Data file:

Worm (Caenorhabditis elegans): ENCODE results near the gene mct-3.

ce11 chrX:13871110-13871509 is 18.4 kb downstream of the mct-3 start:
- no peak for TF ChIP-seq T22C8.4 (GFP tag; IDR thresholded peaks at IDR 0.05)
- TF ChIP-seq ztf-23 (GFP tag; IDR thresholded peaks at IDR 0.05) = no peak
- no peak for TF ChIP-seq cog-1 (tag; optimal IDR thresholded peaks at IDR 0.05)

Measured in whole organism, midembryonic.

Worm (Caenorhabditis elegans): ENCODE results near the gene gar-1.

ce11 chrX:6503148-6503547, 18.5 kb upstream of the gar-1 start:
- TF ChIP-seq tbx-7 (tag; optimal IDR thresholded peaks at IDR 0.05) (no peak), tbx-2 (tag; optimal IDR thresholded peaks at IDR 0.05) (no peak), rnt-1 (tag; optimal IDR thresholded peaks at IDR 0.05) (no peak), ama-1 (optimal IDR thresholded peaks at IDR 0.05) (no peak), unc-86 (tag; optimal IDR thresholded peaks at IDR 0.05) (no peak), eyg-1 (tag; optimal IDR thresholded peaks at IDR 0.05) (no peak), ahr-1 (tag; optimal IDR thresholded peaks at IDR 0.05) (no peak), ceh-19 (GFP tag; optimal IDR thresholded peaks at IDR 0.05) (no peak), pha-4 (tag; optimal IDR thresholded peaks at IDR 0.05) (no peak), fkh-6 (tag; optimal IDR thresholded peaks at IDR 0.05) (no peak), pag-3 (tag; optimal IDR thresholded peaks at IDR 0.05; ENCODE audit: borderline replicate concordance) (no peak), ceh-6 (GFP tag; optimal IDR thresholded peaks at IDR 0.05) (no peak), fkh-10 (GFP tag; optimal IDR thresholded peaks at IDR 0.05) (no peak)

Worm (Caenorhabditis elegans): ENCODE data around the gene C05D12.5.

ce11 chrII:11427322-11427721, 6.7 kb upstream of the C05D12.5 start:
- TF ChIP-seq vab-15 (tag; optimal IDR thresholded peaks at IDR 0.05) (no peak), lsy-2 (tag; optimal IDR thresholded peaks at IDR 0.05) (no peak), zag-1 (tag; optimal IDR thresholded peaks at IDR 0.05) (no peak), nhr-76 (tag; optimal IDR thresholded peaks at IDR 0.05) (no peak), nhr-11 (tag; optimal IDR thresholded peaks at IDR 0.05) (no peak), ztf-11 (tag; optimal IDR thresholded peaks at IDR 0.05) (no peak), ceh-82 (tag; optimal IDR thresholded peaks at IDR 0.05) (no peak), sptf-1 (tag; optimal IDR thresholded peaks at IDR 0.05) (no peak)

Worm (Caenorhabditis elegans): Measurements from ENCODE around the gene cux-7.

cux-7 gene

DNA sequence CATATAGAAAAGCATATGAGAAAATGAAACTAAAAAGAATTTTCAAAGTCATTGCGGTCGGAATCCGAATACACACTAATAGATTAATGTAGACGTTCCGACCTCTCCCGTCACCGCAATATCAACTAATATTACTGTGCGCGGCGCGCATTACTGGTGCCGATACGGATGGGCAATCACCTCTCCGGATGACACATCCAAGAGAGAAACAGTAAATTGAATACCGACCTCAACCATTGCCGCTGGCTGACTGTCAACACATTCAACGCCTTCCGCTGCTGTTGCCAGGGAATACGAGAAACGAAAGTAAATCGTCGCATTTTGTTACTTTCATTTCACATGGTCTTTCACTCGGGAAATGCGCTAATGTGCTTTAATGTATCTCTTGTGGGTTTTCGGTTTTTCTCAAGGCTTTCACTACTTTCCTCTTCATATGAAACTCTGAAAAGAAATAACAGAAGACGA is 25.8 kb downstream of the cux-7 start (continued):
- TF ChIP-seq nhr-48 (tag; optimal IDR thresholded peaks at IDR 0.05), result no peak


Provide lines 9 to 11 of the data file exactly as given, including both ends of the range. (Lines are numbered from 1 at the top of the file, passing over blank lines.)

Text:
- TF ChIP-seq tbx-7 (tag; optimal IDR thresholded peaks at IDR 0.05) (no peak), tbx-2 (tag; optimal IDR thresholded peaks at IDR 0.05) (no peak), rnt-1 (tag; optimal IDR thresholded peaks at IDR 0.05) (no peak), ama-1 (optimal IDR thresholded peaks at IDR 0.05) (no peak), unc-86 (tag; optimal IDR thresholded peaks at IDR 0.05) (no peak), eyg-1 (tag; optimal IDR thresholded peaks at IDR 0.05) (no peak), ahr-1 (tag; optimal IDR thresholded peaks at IDR 0.05) (no peak), ceh-19 (GFP tag; optimal IDR thresholded peaks at IDR 0.05) (no peak), pha-4 (tag; optimal IDR thresholded peaks at IDR 0.05) (no peak), fkh-6 (tag; optimal IDR thresholded peaks at IDR 0.05) (no peak), pag-3 (tag; optimal IDR thresholded peaks at IDR 0.05; ENCODE audit: borderline replicate concordance) (no peak), ceh-6 (GFP tag; optimal IDR thresholded peaks at IDR 0.05) (no peak), fkh-10 (GFP tag; optimal IDR thresholded peaks at IDR 0.05) (no peak)

Worm (Caenorhabditis elegans): ENCODE data around the gene C05D12.5.

ce11 chrII:11427322-11427721, 6.7 kb upstream of the C05D12.5 start: